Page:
The Isaiah Wall in front of the United Nations Headquarters has become a meeting place this past month of Kislev, as a meeting point for groups who defend human rights around the world.   The prophesy of Isaiah draws independent groups clamoring for respect for human rights and religious freedoms in their countries, to this corner of New York, known for the day when nations will beat their swords into plowshares, and their spears into pruning hoods;  nations shall not lift up swords against nation, neither shall they learn war any more.   It is in this spirit that The Institute of Noahide Code, has gathered at Isaiahs’ Wall in front of the UN, to present the First Menorah of Peace Award.   This distinction was awarded to Mr. Jeffrey Davis, alongside his distinguished 94 year old Mother, who accompanied this group of members of the Institute, in the midst of New York’s first seasonal blizzard.   It is true that those who tearfully sow, will reap in glad song.   On the first night of Chanukah, members of the Institute of Noahide Code, directed by Rabbi Yakov Dovid Cohen, stood alongside members of Cuban groups who gathered on the 72nd Anniversary of the establishment of the Universal Declaration for Human Rights.   Chanukah, the festival of religious freedom, coincided with the secular commemoration of the universal code for human rights.   As a start, Rabbi Cohen delivered a speech to those present, advocating that universal rights are to include, the first declaration of rights, and duties, The Noahide Code.   Rabbi Cohen told those present that respect, the right to life and to freedom is due the world over, especially in Yemen, in Syria, among the million of Uyghurs held in China, to Cubans in their quest for freedom for the last 60 plus years, and now especially, in Europe, the challenge to religious freedom of the millennial tradition in Belgium, involving the practice of ritual slaughtering known as Schita.  Human rights and human freedom to practice a religion are enshrined in the Universal Noahide Code, which is fully covered by Torah.   It is the intent of Rabbi Yaakov D. Cohen as Director of The Institute of Noahide Code, to continue working in the sphere and realm of the United Nations, to promote freedom of religion the world over, and the duties and rights of nations, to its peoples, to respect their traditions whether as Uyghurs in China, or European Jews in their tradition of ritual slaughter for their food. 

Moment of Silence

Moment of Silence

IT’S A SILENT REVOLUTION, orchestrated by a single person on
a part-time basis, but it is already seeing success in the U.S., in Israel, and
in a dozen more countries. Here is the fascinating, untold story of the Rebbe’s
inspired Moment of Silence initiative. In 1983 the Rebbe called for every
public school to begin its day with a Moment of Silence, in order to instill a
sense of reverence for the Eye that sees and the Ear that hears: “As many
parents have not given their child the proper moral upbringing…schools need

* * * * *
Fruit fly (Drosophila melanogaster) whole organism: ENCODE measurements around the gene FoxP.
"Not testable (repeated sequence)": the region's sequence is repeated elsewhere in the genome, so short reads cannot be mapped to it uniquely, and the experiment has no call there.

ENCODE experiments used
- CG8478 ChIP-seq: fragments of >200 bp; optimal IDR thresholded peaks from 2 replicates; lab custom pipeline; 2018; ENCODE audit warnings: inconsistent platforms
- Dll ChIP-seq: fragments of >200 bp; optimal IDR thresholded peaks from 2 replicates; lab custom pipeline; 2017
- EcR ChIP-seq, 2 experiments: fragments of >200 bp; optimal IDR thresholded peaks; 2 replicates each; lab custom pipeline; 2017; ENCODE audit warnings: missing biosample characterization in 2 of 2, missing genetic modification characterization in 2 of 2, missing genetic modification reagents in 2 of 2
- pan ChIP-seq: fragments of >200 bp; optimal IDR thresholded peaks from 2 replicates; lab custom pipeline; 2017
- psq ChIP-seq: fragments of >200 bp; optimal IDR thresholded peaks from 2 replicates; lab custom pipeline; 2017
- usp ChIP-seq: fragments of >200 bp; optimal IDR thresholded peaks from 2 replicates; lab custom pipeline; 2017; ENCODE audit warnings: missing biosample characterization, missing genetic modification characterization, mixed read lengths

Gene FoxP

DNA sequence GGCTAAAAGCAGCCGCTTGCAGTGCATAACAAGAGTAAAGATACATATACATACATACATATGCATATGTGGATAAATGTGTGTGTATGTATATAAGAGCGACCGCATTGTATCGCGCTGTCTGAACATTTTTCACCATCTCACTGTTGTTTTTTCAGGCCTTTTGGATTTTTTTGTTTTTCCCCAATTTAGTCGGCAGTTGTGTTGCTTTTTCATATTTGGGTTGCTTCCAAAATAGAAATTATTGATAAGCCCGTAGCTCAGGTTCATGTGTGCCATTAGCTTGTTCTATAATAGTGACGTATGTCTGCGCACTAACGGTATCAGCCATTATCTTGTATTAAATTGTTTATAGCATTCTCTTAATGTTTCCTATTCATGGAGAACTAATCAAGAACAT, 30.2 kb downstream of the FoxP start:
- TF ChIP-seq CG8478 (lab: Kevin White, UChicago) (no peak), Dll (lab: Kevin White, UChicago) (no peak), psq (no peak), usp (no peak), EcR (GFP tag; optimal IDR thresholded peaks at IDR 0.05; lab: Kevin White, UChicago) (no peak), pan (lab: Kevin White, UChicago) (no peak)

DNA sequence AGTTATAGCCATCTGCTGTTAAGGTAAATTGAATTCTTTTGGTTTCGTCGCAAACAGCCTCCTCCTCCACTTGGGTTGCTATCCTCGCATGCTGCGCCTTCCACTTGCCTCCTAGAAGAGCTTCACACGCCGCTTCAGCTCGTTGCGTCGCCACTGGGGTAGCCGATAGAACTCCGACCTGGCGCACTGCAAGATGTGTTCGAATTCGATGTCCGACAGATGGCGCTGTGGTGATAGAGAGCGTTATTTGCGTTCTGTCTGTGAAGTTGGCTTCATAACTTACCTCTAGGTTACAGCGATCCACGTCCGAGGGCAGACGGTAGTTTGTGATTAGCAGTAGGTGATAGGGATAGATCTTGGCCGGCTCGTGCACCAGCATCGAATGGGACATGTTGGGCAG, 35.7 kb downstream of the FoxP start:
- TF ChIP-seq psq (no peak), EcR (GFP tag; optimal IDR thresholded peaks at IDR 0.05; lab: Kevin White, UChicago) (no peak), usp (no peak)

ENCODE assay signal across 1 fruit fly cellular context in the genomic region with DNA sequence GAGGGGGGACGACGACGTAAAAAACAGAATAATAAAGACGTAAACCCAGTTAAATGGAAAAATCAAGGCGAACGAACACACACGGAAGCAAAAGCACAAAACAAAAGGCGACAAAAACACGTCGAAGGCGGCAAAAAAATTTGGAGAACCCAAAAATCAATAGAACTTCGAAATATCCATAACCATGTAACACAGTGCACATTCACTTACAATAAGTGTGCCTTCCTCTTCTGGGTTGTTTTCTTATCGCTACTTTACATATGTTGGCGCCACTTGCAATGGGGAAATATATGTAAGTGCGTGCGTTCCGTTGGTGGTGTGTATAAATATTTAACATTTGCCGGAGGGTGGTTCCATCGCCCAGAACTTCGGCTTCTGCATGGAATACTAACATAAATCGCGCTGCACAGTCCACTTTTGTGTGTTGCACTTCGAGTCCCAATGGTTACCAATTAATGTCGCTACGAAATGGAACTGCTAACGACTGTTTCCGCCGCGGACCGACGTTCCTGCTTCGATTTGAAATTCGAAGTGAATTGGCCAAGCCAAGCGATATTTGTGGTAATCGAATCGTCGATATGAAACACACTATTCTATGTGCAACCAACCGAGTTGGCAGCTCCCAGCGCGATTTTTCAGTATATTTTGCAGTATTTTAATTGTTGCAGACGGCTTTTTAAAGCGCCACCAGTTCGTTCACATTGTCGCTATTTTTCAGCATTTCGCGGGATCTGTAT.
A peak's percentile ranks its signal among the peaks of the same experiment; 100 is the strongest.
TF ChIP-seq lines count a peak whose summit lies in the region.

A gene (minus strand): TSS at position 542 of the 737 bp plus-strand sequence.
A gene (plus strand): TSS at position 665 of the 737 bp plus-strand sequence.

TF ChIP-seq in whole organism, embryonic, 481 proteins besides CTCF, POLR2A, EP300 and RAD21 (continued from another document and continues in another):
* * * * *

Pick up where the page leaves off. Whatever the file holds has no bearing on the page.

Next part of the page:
to become more involved in this process.” 
And then there is the matter of crime which is a direct result of lack
of morals and not, as some would say, a direct result of poverty. The Congressional
record of June 13, 2000, finds that “violent criminals are overwhelmingly those
who grew up without fathers.” Boys growing up without physical fathers
desperately need at least a spiritual Father, or a terrible lawlessness, a lack
of self-control and lack of conscience, is often result, G-d forbid. Boys
growing up without fathers need a connection with their Father in Heaven and
how, other than through a daily Moment of Silence, will they get it? As Rabbi
Avraham Frank says, “What will guarantee that our children will go in the correct
path? We must raise them with the awareness of a Higher Authority, a Higher
Being to whom they must answer, to ensure that they grow up to be moral

We are working with Rabbi Frank on an international scale.
There are now schools in British Columbia, Mexico, Trinidad, Australia, Nigeria
and Ireland, practicing the daily Moment of Silence. A principal in British
Columbia implemented MOS with the students, and contributed 120 letters towards
his upcoming book. The principal was so enthusiastic that he called the local
radio and television stations to report the success of MOS. This television
presentation was so successful that the neighboring TV station in Vancouver
wants to follow up and explore this further. Unofficially, we were told that over
800 schools have implemented it in South America. In Argentina IELADEINU has
taken some 300 children under its wings in a way that has drawn the attention
of UNICEF and become the subject of a book by UNESCO.

As the director 
of  the Moment of Silence program
around the world .We currently have over 1100 schools implementing this free
program. The goal of the program is to promote morality and uplift the
educational and psychological well-being of every student. Indeed, the program
is successfully doing just that, as evidenced by the letters the children have
written where they say that it calms them down, increases their focusing, makes